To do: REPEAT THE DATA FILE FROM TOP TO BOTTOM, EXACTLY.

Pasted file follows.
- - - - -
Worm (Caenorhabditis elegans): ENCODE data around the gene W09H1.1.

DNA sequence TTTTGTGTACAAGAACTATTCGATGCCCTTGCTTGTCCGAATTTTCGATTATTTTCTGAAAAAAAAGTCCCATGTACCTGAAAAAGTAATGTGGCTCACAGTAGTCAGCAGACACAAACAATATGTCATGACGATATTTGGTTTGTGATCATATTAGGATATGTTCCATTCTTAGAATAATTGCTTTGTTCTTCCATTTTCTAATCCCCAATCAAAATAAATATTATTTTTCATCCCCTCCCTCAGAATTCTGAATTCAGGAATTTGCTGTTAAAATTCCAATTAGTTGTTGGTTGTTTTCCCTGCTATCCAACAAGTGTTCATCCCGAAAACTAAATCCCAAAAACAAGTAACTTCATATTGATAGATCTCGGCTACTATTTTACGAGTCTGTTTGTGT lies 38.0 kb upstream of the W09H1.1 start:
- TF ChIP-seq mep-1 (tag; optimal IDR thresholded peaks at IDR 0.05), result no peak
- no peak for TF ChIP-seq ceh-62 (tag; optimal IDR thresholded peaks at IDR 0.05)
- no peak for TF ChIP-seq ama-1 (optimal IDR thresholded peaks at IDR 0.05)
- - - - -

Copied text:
Worm (Caenorhabditis elegans): ENCODE data around the gene W09H1.1.

DNA sequence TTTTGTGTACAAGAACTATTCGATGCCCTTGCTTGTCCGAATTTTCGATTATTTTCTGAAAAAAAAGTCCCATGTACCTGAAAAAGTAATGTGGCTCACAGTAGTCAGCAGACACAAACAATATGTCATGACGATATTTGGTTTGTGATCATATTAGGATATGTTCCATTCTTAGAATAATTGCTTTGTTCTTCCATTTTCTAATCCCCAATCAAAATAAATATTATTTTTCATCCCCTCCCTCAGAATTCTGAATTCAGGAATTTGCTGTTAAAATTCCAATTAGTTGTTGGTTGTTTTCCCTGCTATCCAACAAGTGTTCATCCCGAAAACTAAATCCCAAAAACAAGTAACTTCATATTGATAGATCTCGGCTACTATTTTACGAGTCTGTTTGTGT lies 38.0 kb upstream of the W09H1.1 start:
- TF ChIP-seq mep-1 (tag; optimal IDR thresholded peaks at IDR 0.05), result no peak
- no peak for TF ChIP-seq ceh-62 (tag; optimal IDR thresholded peaks at IDR 0.05)
- no peak for TF ChIP-seq ama-1 (optimal IDR thresholded peaks at IDR 0.05)